- Florida's gubernatorial primaries set up one of the country's most interesting races as progressive Democratic Tallahassee Mayor Andrew Gillum and Trump-backed Republican Rep. Ron DeSantis face off.
- DeSantis sparks backlash by saying Florida voters should not "monkey it up" and vote for what he called Gillum's "socialist agenda." DeSantis' campaign denies the comment had any racial intent.
- In Arizona, GOP Rep. Martha McSally will take on Democratic Rep. Kyrsten Sinema in another pivotal Senate race.
An upset in Florida's Democratic gubernatorial primary Tuesday sets up what is likely to be a heated fight for the soul of a swing state between an unabashed liberal and a Republican trying to channel President Donald Trump.
Tallahassee Mayor Andrew Gillum, a self-described progressive who has the support of Sen. Bernie Sanders, triumphed over Democratic establishment choice Gwen Graham. He will face Trump-backed Rep. Ron DeSantis in November. If Gillum, 39, can beat his fellow 39-year-old in DeSantis, he would become Florida's first black governor.
Also in the state, voters officially set up the closely watched U.S. Senate contest between incumbent Democratic Sen. Bill Nelson and Republican Gov. Rick Scott. The race is the most expensive in this year's midterms so far. Florida also chose nominees for a handful of competitive House races.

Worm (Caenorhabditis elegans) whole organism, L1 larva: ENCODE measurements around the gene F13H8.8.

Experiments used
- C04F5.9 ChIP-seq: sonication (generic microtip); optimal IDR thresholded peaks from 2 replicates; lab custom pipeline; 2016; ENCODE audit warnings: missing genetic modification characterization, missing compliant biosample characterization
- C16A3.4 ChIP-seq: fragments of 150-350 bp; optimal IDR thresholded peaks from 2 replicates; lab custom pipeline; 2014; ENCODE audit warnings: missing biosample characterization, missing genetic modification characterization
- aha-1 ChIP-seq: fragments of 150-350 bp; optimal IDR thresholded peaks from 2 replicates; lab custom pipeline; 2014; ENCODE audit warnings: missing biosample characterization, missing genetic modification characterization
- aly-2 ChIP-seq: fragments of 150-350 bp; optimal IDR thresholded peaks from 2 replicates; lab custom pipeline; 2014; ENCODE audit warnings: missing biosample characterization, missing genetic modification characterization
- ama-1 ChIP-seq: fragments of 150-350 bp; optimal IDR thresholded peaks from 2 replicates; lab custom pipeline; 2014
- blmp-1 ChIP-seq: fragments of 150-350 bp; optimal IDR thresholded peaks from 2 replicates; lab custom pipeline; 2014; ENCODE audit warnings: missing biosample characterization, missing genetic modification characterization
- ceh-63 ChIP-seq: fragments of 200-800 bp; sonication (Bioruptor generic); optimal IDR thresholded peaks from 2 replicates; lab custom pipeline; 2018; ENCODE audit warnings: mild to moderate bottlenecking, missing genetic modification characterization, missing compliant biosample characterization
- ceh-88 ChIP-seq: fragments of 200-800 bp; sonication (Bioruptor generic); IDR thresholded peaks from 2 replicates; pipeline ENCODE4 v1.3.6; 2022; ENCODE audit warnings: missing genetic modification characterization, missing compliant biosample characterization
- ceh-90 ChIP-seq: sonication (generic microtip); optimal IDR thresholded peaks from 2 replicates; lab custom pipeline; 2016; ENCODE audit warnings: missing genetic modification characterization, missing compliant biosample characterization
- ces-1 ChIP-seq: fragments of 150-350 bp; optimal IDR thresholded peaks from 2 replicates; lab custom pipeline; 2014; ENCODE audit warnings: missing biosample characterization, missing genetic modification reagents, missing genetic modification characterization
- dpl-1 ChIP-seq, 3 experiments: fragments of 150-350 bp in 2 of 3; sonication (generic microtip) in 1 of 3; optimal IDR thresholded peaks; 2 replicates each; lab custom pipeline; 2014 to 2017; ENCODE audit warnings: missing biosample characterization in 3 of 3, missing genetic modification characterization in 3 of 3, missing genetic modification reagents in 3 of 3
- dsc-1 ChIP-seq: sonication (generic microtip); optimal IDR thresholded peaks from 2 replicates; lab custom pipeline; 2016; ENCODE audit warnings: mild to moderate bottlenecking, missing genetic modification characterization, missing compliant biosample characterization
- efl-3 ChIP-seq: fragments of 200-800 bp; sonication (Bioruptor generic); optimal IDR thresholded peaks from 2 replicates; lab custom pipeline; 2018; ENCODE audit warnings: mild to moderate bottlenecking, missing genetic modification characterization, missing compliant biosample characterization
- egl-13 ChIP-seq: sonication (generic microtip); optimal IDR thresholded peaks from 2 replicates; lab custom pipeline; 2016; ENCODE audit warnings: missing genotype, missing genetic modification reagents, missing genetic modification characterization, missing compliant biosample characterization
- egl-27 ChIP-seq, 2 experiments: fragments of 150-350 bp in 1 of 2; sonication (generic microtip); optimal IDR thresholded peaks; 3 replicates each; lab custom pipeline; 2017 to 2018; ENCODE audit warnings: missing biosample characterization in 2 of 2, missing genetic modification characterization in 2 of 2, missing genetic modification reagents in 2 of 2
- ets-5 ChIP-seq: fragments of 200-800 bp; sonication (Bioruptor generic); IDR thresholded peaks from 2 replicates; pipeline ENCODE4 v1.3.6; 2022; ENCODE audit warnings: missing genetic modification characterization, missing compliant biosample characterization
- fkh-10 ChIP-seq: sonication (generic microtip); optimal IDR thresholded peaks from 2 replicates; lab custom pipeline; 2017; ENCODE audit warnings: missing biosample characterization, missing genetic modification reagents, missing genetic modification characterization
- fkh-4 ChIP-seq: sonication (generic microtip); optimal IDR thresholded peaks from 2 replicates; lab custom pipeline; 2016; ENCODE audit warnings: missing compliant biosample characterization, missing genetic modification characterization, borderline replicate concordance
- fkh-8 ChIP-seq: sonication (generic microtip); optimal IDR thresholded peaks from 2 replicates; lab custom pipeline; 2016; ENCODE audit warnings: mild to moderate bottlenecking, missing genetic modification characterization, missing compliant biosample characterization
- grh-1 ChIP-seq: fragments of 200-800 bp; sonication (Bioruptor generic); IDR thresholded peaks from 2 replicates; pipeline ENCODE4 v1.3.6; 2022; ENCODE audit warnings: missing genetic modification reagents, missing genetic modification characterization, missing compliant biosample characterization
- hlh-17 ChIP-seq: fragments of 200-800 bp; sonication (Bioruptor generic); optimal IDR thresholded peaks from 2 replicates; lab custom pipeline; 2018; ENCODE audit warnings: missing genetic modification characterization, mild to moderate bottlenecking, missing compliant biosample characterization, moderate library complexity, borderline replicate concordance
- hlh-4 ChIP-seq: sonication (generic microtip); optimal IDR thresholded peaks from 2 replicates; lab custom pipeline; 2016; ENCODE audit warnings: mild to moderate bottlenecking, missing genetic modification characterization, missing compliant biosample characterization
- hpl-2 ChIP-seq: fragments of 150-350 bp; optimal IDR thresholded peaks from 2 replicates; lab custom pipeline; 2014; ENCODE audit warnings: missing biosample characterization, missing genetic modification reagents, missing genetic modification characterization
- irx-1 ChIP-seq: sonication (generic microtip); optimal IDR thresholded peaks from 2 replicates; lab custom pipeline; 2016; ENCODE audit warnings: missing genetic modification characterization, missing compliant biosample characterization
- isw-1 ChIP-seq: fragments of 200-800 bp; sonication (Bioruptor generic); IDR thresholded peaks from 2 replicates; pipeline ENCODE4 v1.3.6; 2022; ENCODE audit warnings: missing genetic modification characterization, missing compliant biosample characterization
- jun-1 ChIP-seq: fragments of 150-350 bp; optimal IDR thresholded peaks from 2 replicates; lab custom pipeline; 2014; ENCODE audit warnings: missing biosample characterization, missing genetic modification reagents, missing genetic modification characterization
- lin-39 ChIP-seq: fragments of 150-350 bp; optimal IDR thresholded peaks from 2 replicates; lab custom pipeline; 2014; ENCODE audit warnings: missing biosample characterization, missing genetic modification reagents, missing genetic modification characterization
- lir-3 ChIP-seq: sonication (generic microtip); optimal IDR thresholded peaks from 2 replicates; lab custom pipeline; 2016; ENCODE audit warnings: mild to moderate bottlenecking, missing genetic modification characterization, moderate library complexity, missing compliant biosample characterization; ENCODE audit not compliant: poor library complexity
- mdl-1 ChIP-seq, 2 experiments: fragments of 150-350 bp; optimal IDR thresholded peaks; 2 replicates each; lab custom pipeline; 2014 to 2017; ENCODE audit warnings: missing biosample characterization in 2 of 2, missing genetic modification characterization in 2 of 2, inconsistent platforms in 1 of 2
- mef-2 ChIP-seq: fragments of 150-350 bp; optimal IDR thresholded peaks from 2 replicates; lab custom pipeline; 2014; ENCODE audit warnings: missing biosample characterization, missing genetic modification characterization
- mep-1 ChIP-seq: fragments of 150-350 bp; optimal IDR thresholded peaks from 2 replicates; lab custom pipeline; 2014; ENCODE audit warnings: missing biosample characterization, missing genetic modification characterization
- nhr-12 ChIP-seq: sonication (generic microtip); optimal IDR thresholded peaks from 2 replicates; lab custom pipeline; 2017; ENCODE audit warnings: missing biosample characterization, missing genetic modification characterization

In Arizona, Republican Rep. Martha McSally emerged from a bitter GOP Senate primary on Tuesday. She will face Democratic Rep. Kyrsten Sinema in her bid for outgoing GOP Sen. Jeff Flake's seat in November. Tuesday also set the stage for some House battles in Arizona, including one for the seat McSally vacated to run for Senate.
Here are Tuesday's notable results:
With Trump's backing, DeSantis easily beat the more traditional Republican choice in state Agriculture Commissioner Adam Putnam. The general election race will pose a clash of ideologies, between the liberal economic policy championed by Gillum and the Trump conservatism espoused by DeSantis.
It only took a few hours after his victory for DeSantis to spark backlash.
Speaking to Fox News on Wednesday morning, the representative said Florida voters should not "monkey it up" and vote for what he called Gillum's "socialist agenda." DeSantis' campaign denied the comment had any racial intent. But critics quickly seized on the remarks as racist.
"It's disgusting that Ron DeSantis is launching his general election campaign with racist dog whistles," Terrie Rizzo, chair of the Florida Democratic Party, said in a tweet that Gillum's campaign shared.
Fox anchor Sandra Smith later read a statement from DeSantis' campaign saying it is "absurd" to characterize the language as anything other than talking about Gillum's policies. She said the network does not "condone this language."
Appearing on Fox News later in the day, Gillum said DeSantis took a page from Trump's "campaign playbook." He called the comment a "bullhorn" rather than a whistle, but added that he's "not going to get down in the gutter with DeSantis and Trump."
Gillum has backed positions such as Medicare for all, a $15-per-hour minimum wage, and restrictions on assault-style rifles and high-capacity magazines. Trump attacked Gillum on Wednesday morning, describing him as a "failed Socialist Mayor" and "not what Florida wants or needs!" The Tallahassee mayor responded that "what our state and country needs is decency, hope and leadership."